book about it, I have come to realize that there is a major sector within our Catholic Faith who still only view this as vanity and nothing less. Viewing the fitness culture from the outside I can rightly agree with said arguments, but knowing what I know and have discovered about the heart and beauty of what the lifestyle offers I must heartily disagree with anyone who claims that vanity is the only outcome. One odd irony is that if I were to ask most individuals if it is vanity for a professional (or high school for that matter) athlete to consistently work on their physiques and to properly order their diets most would answer: Of course not. Yet when a layperson (an athlete not in competition) works hard to bring their physique to its pinnacle it is viewed as either daft or a waste of time. Why is that? Is it because competing athletes have a more tangible purpose for their focus? Or is it because we live in such a competitive culture that we see the end goal of winning worth it all?
St. Ignatius of Loyola considered his fellow Jesuits as athletes for Christ. Striving for perfection in themselves in order to effectively spread the Word of God. As human beings we have one purpose in this world: to know, love and serve God. Is it vanity to want to serve him with a well-oiled machine? From the statements of many who believe the fitness and bodybuilding culture are purely vain trappings, it can be deduced that there is a misunderstanding and misrepresentation of the fitness culture. By using the judgments attached to 'muscelheads' one could even go so far as to say that reading a book would be vanity. Both reading and lifting are actions for the betterment of the individual, yet muscle growth is not seen in that light. In recognizing our physical weaknesses we also recognize our spiritual weaknesses. As long as the focus of the exercising individual is on the Light of Christ and not the limelight of admirers, bodybuilding can give that which the world hates, i.e. self-knowledge and self-control. Two virtues which surely do not bring about vanity but just the opposite, humility. Hard work and dedication to having a body fit for our purpose consistently creates an atmosphere of humility unlike much else.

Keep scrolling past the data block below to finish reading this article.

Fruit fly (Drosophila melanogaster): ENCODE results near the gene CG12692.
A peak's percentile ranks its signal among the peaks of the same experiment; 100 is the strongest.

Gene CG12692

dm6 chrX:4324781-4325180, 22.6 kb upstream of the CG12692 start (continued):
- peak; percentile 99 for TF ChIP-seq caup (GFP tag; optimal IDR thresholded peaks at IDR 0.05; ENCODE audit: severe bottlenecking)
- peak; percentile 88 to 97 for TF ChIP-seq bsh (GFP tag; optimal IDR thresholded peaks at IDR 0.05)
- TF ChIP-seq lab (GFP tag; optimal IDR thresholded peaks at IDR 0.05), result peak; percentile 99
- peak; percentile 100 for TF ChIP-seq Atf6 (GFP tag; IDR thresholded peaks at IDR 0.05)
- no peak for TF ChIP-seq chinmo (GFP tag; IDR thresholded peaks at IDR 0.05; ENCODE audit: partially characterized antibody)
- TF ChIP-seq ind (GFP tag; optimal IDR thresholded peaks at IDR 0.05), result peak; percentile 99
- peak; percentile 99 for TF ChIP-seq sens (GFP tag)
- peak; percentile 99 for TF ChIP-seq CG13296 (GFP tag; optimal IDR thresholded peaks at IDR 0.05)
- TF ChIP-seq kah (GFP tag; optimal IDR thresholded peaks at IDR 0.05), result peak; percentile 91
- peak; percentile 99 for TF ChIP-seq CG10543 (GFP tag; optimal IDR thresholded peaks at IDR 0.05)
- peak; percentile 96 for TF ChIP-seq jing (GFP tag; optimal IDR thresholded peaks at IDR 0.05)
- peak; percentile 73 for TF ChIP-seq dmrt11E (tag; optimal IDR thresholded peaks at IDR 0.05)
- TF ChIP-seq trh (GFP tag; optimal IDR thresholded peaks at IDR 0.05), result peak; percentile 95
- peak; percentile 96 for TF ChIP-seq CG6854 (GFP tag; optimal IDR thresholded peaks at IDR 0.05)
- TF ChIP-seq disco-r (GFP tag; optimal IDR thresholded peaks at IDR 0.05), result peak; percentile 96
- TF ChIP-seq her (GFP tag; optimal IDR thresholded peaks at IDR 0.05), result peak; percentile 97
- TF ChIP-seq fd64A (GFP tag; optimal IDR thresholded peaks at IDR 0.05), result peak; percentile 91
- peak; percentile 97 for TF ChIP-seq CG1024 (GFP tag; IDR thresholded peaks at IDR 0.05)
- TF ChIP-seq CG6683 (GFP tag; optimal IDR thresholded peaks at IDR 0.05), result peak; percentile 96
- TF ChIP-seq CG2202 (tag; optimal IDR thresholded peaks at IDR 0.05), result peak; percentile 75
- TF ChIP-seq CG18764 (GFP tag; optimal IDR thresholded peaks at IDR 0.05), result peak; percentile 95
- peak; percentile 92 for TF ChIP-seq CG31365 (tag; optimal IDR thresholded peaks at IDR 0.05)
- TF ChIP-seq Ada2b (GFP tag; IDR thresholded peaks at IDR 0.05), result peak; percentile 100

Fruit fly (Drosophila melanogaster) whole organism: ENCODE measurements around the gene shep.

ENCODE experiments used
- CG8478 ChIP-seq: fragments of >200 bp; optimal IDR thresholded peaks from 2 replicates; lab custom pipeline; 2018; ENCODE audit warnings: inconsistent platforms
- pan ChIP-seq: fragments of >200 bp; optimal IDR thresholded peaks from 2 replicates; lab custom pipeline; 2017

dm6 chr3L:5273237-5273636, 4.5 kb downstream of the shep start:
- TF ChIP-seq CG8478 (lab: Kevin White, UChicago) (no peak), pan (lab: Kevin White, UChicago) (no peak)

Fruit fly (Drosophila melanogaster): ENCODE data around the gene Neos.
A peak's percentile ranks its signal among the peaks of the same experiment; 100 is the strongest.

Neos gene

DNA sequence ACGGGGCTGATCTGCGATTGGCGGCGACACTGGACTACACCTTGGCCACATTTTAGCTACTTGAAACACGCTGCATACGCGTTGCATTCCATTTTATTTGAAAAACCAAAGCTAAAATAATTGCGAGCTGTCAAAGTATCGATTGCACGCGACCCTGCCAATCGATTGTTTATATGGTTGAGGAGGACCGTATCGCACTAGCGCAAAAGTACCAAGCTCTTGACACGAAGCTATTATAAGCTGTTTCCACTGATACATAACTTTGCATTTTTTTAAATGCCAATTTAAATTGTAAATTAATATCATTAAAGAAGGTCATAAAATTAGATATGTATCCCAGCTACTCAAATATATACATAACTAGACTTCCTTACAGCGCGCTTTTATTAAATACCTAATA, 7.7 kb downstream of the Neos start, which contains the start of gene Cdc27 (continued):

article about the link between young men quitting the vice of smoking through the therapeutic nature of exercise. The boys who exercised surpassed all the other groups in improvement. The virtuous nature of lifting weights helped these young men move past their vice. So, is it still vain when the regular use of physical activity can help us grow past our struggles? I think not. Though vanity might be a struggle for many in the mainstream of bodybuilding, this stamp should not be connected with the sport or the culture, but the individuals representing it. What is in crucial need today is men and women of The Church stepping up and becoming that representing individual. This way when those who doubt the virtuous aspect of the fitness culture no longer see the egomaniac but instead the face of Christ Himself. What the fitness culture offers is vast new territories for The Church to evangelize. So, the incorrect notion that it is a lost cause of vanity should be repealed with divine, reckless abandon.